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In the series of “Elevator Pitch on the Video” we are proud to present QAim!

For more information please visit the website www.qaimgroup.com.

This “Elevator Pitch on the Video” was produced by Venture Bonsai and is made with a specific script for companies looking for funding. With this well-defined script and process the production cost was 80% lower than it would normally be. For each company, there is also another video produced. This second video is “Investor Pitch”, it’s purpose being to answer in more details questions regarding the business and the investment round. It’s about 5 minutes long and access to that video is granted by the presenting company.

Thank you also for our sponsors!

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In the series of “Elevator Pitch on the Video” we are proud to present Fambit!

For more information please visit the website www.fambit.com.

This “Elevator Pitch on the Video” was produced by Venture Bonsai and is made with a specific script for companies looking for funding. With this well-defined script and process the production cost was 80% lower than it would normally be. For each company, there is also another video produced. This second video is “Investor Pitch”, it’s purpose being to answer in more details questions regarding the business and the investment round. It’s about 5 minutes long and access to that video is granted by the presenting company.

Thank you also for our sponsors!

Today I had an opportunity to participate a pitching event arranged by FundingPost.com, in Palo Alto, California. The event consisted of group of entrepreneurs pitching for the audience and then the panel of Venture Capitalists giving comments on the state of the industry and the presentations as well.

It was stated that Friends&Family investment rounds can typically be up to half a million dollars (unless you have really rich friends and family) and VC investments typically start at 2 million. So there is a great gap in between, and that has increased the deal flow for angel investors. At the same time “time to liquidity” ie. time from investment to exit has doubled. Today, investors may have to be prepared to stick with the company even more than 10 years.

As always, some companies are more “hot” than others. That influences the interest to invest. In the best position is a company whose product or service is creating traction, revenue and is growing. Those companies may enjoy, even today, receiving several competing term sheets. On the other hand, rest of the companies have much more difficult situation.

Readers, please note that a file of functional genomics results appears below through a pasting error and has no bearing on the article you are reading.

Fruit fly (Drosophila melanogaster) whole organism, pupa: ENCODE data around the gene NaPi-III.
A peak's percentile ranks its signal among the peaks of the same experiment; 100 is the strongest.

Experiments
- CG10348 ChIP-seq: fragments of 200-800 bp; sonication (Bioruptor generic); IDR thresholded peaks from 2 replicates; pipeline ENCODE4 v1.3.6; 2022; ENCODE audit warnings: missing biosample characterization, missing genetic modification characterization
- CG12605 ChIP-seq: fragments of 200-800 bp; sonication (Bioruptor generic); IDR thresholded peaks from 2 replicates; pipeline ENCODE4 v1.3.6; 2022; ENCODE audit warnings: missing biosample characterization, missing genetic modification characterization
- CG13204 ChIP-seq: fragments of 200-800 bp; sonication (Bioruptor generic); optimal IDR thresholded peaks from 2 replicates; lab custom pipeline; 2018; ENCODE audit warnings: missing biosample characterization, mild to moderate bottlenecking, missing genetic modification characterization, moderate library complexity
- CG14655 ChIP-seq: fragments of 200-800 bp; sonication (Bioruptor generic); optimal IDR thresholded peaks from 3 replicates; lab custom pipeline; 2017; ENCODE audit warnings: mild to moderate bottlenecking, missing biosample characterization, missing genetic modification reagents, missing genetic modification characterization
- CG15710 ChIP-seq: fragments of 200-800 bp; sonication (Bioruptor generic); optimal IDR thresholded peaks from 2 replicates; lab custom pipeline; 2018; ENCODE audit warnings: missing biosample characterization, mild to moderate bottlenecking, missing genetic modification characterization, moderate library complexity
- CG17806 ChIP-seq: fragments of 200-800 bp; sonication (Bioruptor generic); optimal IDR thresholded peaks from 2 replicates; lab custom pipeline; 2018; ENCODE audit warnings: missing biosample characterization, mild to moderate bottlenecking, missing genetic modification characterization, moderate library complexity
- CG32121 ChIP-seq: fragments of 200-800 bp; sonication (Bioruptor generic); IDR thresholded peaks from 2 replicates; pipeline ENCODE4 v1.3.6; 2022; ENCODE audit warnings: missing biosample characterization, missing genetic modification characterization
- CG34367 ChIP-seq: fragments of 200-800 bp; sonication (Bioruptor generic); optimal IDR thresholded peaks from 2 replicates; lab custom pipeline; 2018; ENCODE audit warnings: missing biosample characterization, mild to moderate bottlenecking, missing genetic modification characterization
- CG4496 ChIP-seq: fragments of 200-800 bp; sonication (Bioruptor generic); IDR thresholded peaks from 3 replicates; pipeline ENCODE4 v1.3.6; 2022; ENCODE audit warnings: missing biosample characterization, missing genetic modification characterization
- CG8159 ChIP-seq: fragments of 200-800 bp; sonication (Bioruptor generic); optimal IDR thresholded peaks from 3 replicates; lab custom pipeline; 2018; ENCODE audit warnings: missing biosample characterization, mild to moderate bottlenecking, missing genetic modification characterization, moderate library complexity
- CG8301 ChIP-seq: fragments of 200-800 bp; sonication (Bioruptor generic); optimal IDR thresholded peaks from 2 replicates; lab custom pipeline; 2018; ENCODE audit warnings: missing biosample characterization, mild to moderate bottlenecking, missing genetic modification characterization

Comparing the pitches to those seen back at home, there were few differences and many similarities:

  • wider range of industry segments
  • generally older and more experienced entrepreneurs
  • looking for funding in the range of 300,000 to 8 million
  • quality of pitches varied but in general, again, more or less same range than in Europe
  • in some cases more “forward-looking” pitches, with probably less substance but true interest

There were number of investors in the panel, moderated by Adrian Shulman, Partner at Bingham McCutchen.

I’m sharing some of the most interesting comments, in my opinion, what they said.

Ho Nam (General Partner & Co-Founder of Altos Ventures) said that they are looking for interesting phenomenon.

Obviously the best time to raise money is when you don’t need it. Venture Capitalists are like sheep, they move in herds. It’s entrepreneurs who think out of the box and are the smart ones in this room.

John Hall (Managing Director of Horizon Ventures) said that typically an entrepreneur should get investor’s attention within one minute. The problem and the solution must be so simple that your mother could understand it. Only after that message has gone through, it makes sense to go to the details. He also advices entrepreneurs to do background research on the investors, like have they done similar investments before. That way you also know to contact the right partner at the investor company. A good resource to check VC background, by the way, is The Funded.

Steve Goldberg (Partner at Venrock) said that they are looking for evidence of big market, early customers, great execution plan and team of people who can do it.

We fund entrepreneurs and we fund CEO’s.

Eric Chen (Venture Partner at WI Harper Group) was comparing the US entrepreneurial scene to that in China. He said in China even those start-ups who have million dollar revenue may not get funding as the competition is tough.

So what’s the biggest difference, say between Silicon Valley and Finland?

I’d say it’s the atmosphere, at least. And as it is all about motivation, acceptance of entrepreneurs but also competitiveness. It’s more likely here for entrepreneurs to keep trying, even after failing.